For fine dining, it’s probably Wolf Peach. Sunday brunch is Goodkind. Drunken food would be Vanguard. As far as a lunch spot, would probably be Phan’s Garden. I order D-2. They call it grilled beef, and that’s as detailed as they get. But, it’s sesame seared beef, and then you make your own spring rolls. I love that. And I could probably name more. I respect so many chefs in this city.

Who have been your biggest influences along the way?

I would have to say Betrand Bouquin. I worked with him both at Club XIX in Pebble Beach, CA. and at the Maisonette in Cincinnati.

He was one of Daniel Boulud’s senior sous chefs; he opened Daniel and worked with him for a long time.  So, he was influenced heavily by Boulud.  He brought me around to this super clean style of French cooking. There was always a specific way of working and you also had to be extremely self-motivated.  He could make you feel small in an instant, but if he knew you were giving it your all, he gave you credit; if you weren’t, he’d ride you until you were or until you ran out with your tail between your legs.

It shaped the way I am in the kitchen. I don’t yell. But, if something is wrong, I can just shoot someone a look and they know.  It’s that mentality -- if you’re self-motivated and you care, it’s good.

Chef Jenn Louis also influenced me a lot, especially with daily menu changes and finding what’s fresh and local. So, say you get in one ingredient, I can’t always guarantee how long I’ll have it before it’s gone. I could run out halfway through dinner, and then I have to come up with something new. So, that skill -- paying attention to the flavor profiles and matching components of the main dish with the flavors of the vegetables -- that’s what she really taught me.

The celebrity chef I follow most is Sean Brock. He’s taking his region, doing all the research and reviving all the traditional kinds of livestock and plants… things that are historically grown there.  I find that really inspirational. I’d love to start doing that work...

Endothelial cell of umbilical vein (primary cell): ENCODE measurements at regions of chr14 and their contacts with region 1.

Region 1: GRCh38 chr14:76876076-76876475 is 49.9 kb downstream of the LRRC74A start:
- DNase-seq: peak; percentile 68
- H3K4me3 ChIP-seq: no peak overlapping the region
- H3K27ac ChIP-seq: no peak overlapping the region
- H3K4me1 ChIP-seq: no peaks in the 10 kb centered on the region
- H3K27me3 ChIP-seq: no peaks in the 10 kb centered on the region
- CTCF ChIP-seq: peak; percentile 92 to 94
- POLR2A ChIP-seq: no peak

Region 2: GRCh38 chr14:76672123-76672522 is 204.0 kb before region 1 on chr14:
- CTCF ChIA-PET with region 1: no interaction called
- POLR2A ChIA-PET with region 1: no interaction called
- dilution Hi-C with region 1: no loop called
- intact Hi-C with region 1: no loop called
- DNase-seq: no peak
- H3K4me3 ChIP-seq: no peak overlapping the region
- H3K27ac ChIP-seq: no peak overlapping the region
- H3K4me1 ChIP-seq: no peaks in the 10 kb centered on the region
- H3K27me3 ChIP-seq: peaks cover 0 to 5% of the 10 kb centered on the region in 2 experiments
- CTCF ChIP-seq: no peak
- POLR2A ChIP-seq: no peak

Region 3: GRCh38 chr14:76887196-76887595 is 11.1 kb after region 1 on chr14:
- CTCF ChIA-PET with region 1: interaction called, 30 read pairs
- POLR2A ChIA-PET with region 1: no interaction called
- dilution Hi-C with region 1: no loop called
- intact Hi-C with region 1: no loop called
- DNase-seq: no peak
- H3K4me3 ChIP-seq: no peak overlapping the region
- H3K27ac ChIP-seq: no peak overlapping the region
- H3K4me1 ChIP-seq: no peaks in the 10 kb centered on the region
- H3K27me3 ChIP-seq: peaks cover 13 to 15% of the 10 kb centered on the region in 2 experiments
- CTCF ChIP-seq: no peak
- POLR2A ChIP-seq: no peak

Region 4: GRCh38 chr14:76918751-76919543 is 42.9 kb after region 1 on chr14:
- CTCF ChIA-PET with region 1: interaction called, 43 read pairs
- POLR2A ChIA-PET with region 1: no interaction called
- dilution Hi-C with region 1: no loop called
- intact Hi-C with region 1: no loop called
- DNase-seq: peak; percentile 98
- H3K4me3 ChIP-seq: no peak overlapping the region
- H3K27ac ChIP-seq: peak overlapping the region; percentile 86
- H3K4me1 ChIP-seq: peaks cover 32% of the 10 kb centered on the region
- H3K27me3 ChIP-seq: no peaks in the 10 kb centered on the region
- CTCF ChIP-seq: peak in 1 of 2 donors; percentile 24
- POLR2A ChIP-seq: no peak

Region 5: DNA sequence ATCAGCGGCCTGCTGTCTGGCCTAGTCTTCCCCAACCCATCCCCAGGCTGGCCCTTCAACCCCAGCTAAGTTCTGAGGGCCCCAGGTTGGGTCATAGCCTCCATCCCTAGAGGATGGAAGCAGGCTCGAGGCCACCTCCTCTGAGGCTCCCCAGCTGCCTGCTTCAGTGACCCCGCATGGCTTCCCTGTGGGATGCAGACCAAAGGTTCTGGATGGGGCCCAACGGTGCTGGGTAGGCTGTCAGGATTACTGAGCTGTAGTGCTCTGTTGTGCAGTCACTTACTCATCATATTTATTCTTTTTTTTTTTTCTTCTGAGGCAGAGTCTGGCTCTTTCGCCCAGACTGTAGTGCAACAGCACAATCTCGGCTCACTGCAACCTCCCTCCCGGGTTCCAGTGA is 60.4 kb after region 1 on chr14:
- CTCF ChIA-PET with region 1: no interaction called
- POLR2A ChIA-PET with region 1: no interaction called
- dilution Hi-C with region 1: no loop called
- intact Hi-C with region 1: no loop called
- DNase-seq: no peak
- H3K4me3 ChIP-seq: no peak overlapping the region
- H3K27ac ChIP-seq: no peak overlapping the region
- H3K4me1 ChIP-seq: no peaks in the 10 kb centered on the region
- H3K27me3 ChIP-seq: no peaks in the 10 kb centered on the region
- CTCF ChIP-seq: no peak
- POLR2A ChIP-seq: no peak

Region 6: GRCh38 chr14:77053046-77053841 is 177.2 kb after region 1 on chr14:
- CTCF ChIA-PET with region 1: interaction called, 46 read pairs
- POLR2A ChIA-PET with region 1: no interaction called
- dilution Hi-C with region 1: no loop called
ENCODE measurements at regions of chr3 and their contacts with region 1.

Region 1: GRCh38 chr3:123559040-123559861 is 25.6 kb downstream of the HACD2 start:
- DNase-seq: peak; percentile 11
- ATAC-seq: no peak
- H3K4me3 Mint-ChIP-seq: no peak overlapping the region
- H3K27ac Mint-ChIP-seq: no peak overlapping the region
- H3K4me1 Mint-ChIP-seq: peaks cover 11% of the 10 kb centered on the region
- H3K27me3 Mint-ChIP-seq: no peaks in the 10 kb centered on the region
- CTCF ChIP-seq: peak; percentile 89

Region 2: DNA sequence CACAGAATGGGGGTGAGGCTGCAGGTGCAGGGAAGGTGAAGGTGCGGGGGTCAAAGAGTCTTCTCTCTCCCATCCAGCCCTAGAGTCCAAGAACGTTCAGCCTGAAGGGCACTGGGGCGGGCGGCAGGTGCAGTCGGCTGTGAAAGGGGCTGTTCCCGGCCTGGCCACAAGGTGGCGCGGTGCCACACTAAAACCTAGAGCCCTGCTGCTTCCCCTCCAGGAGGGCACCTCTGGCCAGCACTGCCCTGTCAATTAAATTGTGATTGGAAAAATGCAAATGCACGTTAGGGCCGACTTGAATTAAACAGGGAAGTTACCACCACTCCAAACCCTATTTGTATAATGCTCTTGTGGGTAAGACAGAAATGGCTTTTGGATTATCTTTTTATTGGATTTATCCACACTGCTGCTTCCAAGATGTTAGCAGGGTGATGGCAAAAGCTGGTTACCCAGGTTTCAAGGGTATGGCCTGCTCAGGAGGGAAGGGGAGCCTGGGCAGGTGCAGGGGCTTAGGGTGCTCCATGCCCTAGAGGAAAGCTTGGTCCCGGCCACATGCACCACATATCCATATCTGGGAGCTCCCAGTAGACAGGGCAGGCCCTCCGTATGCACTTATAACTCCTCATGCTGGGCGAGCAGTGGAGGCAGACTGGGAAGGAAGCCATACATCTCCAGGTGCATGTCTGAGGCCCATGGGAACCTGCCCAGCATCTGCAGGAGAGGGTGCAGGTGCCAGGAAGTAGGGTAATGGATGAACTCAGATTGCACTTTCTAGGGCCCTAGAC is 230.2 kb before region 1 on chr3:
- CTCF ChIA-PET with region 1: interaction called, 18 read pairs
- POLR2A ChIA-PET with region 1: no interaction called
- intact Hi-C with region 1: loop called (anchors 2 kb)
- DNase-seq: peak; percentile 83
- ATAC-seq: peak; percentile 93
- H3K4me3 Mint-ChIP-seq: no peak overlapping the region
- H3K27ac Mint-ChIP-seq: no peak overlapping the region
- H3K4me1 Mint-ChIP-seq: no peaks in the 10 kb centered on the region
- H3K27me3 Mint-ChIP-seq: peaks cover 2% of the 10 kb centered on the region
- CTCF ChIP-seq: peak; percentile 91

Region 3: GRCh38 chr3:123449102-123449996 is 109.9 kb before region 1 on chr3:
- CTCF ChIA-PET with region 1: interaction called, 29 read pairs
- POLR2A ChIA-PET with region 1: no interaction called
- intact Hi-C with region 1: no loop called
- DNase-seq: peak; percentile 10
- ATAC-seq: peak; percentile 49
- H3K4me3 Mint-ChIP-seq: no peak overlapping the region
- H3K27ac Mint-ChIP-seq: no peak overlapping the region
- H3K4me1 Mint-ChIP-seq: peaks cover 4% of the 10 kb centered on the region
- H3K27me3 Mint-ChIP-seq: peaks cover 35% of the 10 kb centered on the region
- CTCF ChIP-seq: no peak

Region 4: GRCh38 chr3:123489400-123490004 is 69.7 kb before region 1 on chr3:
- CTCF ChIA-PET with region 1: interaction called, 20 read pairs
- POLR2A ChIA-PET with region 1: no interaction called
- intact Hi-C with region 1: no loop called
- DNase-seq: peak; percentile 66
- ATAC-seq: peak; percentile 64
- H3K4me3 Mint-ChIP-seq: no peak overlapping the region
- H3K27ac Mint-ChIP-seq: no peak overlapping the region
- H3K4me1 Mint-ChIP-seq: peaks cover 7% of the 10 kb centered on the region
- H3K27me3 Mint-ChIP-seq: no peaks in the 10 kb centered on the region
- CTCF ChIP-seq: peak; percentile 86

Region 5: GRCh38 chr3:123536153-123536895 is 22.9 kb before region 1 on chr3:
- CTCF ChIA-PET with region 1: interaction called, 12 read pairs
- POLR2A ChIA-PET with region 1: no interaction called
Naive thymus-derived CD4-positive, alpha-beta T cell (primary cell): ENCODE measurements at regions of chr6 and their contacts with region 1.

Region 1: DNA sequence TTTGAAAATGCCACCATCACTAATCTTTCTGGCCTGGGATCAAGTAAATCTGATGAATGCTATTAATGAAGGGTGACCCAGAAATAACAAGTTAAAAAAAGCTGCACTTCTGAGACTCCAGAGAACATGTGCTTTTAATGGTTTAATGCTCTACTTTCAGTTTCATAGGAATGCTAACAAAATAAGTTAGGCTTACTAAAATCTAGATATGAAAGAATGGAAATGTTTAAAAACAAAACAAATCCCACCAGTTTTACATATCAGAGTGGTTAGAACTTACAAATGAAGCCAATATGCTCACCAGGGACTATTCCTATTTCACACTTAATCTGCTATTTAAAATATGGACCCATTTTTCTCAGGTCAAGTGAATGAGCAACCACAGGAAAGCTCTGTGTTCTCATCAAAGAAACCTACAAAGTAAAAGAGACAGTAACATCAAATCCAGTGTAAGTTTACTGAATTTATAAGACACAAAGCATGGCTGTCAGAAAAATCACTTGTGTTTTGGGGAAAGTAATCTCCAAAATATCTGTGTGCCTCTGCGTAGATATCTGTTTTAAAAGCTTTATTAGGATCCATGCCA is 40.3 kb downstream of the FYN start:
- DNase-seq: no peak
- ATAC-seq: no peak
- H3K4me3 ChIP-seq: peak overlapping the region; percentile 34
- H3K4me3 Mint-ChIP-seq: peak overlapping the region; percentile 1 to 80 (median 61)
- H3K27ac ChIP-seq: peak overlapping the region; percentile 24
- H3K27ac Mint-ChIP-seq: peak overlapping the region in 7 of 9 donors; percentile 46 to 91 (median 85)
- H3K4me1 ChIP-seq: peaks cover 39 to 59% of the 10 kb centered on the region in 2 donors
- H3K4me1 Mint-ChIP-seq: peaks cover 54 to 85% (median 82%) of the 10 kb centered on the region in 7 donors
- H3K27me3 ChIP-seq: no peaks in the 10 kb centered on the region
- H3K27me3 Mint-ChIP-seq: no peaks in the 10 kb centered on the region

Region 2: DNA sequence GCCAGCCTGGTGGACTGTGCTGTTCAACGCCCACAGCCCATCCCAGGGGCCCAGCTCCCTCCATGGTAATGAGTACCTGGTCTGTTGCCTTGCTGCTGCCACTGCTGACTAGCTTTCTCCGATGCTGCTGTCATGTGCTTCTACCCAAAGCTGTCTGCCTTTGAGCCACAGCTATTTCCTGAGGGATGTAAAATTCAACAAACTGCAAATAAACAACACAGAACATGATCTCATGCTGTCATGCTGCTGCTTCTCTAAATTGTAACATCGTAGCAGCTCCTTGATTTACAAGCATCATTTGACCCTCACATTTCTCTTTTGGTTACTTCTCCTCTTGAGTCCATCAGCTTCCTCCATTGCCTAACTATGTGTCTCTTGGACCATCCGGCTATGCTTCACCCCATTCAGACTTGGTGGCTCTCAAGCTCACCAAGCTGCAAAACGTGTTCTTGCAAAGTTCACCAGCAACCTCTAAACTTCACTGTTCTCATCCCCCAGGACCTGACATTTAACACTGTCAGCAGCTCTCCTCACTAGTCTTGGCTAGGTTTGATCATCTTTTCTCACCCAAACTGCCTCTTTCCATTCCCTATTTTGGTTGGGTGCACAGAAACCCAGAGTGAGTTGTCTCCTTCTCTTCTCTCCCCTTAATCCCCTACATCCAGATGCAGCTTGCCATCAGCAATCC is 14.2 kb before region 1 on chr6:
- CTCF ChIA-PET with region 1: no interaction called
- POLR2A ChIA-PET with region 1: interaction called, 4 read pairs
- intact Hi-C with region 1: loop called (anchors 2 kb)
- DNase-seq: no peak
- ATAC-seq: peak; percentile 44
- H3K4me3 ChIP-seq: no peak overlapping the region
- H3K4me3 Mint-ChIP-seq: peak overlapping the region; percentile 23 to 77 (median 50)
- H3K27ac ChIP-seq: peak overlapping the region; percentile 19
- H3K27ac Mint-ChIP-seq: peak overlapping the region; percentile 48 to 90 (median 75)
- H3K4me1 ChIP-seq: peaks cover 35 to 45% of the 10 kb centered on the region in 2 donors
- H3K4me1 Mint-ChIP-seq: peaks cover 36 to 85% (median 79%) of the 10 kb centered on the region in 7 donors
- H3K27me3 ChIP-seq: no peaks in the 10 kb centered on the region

Do you have a favorite cookbook? 

Right now it’s probably Sean Brock’s cookbook, Heritage.  I also like going through the Settlement Cookbook.  You can find it in every thrift store everywhere, so I have like three or four copies from different publishing dates. And I love going back through them to find old school ideas to bring them back to life here.  That’s kind of like my guilty pleasure fun read.

As far as you’re concerned, what's been the biggest development in the culinary arts over the past 10 years?

I would just say the consciousness of what true farm to table means.  It’s about how much we’re pushing forward in that realm. Just look at Dan Barber. He’s moved so far ahead of farm-to-table…. developing this new plate of food that tells the story of how the earth is set up to feed us, and what’s the lowest impact on the earth.  What he’s doing is going to be commonplace in the next five years, and then someone else will have to come along to push it forward.

It’s easy for Californians to talk about seasonality because they have a 12 month growing season. It’s harder for people in Wisconsin to talk about eating local food when you have winter and so many months with so little.

What kitchen utensil can't you live without?

I would totally be a candidate to do the nude chef thing with my VitaPrep. It’s such a powerful machine. It makes pureeing so much easier and better. Just an amazing tool.

What is your favorite guilty dining pleasure?

Probably just gorging myself on seafood. Going over to the St. Paul fish market and ordering clams and mussels and oysters and crab claws.  We’re doing all farm to table here, so we do lake food, but not ocean food.

Lori Fredrich Senior Food Writer, Dining Editor, Podcast Host

Lori is an avid cook whose accrual of condiments and spices is rivaled only by her cookbook collection. Her passion for the culinary industry was birthed while balancing A&W root beer mugs as a teenage carhop, fed by insatiable curiosity and fueled by the people whose stories entwine with each and every dish. She’s had the privilege of chronicling these tales via numerous media, including OnMilwaukee and in her book “Milwaukee Food.” Her work has garnered journalism awards from entities including the Milwaukee Press Club. 

When she’s not eating, photographing food, writing or recording the FoodCrush podcast, you’ll find Lori seeking out adventures with her husband Paul, traveling, cooking, reading, learning, snuggling with her cats and looking for ways to make a difference.